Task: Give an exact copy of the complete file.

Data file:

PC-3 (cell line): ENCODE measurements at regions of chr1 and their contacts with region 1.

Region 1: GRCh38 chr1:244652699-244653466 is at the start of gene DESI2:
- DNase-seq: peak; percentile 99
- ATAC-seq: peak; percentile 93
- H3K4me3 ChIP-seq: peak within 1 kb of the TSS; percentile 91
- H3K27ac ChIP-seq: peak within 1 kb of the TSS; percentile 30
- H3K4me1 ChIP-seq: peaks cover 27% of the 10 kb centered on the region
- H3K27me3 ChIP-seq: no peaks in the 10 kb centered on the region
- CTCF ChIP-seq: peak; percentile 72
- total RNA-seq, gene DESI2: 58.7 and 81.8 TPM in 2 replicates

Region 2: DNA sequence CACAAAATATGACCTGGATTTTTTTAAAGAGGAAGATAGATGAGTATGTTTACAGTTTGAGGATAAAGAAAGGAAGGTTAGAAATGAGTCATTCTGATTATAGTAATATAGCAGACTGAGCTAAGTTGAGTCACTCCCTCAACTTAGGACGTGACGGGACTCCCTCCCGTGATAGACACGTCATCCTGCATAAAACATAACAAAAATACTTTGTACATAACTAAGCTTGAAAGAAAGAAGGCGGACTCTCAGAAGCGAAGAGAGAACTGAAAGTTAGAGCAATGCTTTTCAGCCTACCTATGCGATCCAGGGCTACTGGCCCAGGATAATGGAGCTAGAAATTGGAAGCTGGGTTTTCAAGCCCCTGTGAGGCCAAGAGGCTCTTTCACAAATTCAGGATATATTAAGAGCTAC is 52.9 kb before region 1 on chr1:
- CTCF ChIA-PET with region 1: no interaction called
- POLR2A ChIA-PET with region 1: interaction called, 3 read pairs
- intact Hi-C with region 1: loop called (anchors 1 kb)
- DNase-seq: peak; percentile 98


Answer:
PC-3 (cell line): ENCODE measurements at regions of chr1 and their contacts with region 1.

Region 1: GRCh38 chr1:244652699-244653466 is at the start of gene DESI2:
- DNase-seq: peak; percentile 99
- ATAC-seq: peak; percentile 93
- H3K4me3 ChIP-seq: peak within 1 kb of the TSS; percentile 91
- H3K27ac ChIP-seq: peak within 1 kb of the TSS; percentile 30
- H3K4me1 ChIP-seq: peaks cover 27% of the 10 kb centered on the region
- H3K27me3 ChIP-seq: no peaks in the 10 kb centered on the region
- CTCF ChIP-seq: peak; percentile 72
- total RNA-seq, gene DESI2: 58.7 and 81.8 TPM in 2 replicates

Region 2: DNA sequence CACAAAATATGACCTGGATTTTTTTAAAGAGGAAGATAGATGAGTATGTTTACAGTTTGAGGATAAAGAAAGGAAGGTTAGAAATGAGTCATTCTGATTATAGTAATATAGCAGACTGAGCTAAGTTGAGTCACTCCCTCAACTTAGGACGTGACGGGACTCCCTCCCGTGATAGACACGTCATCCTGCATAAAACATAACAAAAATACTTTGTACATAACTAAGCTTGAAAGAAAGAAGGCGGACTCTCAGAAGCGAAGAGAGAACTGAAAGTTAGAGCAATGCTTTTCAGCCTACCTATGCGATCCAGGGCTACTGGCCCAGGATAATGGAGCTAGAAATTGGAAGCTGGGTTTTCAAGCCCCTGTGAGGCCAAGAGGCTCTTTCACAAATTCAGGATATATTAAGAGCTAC is 52.9 kb before region 1 on chr1:
- CTCF ChIA-PET with region 1: no interaction called
- POLR2A ChIA-PET with region 1: interaction called, 3 read pairs
- intact Hi-C with region 1: loop called (anchors 1 kb)
- DNase-seq: peak; percentile 98